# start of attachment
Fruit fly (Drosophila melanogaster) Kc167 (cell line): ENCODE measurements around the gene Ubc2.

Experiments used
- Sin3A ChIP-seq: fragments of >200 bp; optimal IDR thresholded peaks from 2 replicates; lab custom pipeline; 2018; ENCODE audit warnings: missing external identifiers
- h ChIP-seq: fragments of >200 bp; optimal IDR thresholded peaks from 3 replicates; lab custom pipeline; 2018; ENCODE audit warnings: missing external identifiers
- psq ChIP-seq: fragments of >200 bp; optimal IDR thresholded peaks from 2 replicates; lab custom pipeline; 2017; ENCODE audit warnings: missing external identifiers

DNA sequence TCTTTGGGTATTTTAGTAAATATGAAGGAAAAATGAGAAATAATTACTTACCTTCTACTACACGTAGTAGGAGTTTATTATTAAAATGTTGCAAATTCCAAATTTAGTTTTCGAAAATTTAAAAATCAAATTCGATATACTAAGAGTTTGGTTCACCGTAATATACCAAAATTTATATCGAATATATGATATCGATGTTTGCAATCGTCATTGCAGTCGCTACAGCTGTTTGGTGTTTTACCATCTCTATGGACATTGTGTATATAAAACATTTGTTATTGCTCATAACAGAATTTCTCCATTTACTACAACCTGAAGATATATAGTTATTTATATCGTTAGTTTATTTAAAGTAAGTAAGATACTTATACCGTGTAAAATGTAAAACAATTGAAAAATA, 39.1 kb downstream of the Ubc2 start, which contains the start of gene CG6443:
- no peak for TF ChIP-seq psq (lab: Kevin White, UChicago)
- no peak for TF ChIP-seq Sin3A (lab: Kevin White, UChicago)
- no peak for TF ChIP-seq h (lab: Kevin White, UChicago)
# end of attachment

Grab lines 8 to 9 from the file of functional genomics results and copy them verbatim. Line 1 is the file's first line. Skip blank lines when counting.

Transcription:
- no peak for TF ChIP-seq Sin3A (lab: Kevin White, UChicago)
- no peak for TF ChIP-seq h (lab: Kevin White, UChicago)